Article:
Clear out your email inbox. If you have 1,000 unread items, put them into a new folder marked “OLD.” Enjoy that single moment of feeling like you are starting fresh.

Clear off your desk.

Clear your web browser cookies.

Earlier this year, I wrote about the power of saying “no” concluding:

Distraction takes us away from devoting our focus to the things that matter most. The problem is not just that we say yes to too many things, but we don’t identify the few key things that matter most, and commit fully.

In other words: we don’t say YES to what we want with emphasis. We say “yes” meekly. This is a huge problem.

Attend to Relationships

If you are lucky enough to have your mom and dad still with us, call them. Go ahead. If any of your grandparents are still with us, call them too. Tell them you love them.

Just touch base with old friends. A simple update. A simple note that says “I was thinking of you, I hope all is well.”

If you have a significant other, plan a date night.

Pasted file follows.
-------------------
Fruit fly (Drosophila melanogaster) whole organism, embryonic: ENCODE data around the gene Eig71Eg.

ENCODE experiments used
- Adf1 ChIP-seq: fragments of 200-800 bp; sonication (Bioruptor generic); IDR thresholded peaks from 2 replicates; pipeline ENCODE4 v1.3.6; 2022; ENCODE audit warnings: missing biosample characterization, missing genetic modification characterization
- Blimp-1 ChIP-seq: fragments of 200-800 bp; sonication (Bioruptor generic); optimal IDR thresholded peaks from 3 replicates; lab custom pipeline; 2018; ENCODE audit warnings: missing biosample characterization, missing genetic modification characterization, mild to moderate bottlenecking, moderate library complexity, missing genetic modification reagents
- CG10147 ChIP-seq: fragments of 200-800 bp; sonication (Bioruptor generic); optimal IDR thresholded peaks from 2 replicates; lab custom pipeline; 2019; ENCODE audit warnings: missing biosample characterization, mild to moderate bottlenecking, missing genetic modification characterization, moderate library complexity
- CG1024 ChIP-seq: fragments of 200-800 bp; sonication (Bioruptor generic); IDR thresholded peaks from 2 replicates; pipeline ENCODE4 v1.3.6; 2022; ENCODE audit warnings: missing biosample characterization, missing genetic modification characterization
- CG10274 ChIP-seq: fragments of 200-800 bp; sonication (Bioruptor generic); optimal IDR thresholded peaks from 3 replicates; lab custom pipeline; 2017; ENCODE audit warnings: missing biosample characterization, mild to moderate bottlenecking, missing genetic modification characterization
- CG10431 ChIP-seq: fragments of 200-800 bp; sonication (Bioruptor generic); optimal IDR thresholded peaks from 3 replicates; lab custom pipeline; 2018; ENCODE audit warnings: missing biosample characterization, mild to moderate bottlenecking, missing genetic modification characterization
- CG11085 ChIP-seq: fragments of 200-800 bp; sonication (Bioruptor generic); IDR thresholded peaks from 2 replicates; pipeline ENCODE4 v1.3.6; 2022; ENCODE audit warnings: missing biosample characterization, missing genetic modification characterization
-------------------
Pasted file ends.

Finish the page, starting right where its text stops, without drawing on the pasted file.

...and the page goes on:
Take photos of your family. All of you in the shot, use the timer on your camera that you never quite figured out.

I know, you don’t have time for any of this. But 20 years from now, you will be thankful you took each of these actions.

Take Security Seriously

Manage your passwords. Change them with some frequency. Don’t use the same password for everything. Don’t use obvious passwords.

Update your software. If you are clinging to some super old version of your browser, your operating system, or your word processor because it is “familiar,” you are asking for trouble down the road when one program stops playing nice with another. Go through your phone once a month and ensure all of the apps are up to date. With your computer, once a quarter, or once a year.

This applies to things like online software as well. If you use WordPress, go ahead and ensure it is up to date, including all of your plug-ins.

Old software is full of security vulnerabilities. Plug them up now.

I would say that money and finance fits into “security” as well. Huge topic, that I will (again) just briefly touch upon:

  • Have an emergency fund.
  • Set aside some amount of money each month to it. Even if it is only $10 or $20 per month. Make it a habit. Just like health, even establishing the tiniest habit around finance can lead you to adding other habits.

To me, each of these things helps create a support system around your creative work.

What did I miss? What other stuff could we better manage that encourages us to feel less overwhelmed so that our creative work seems possible?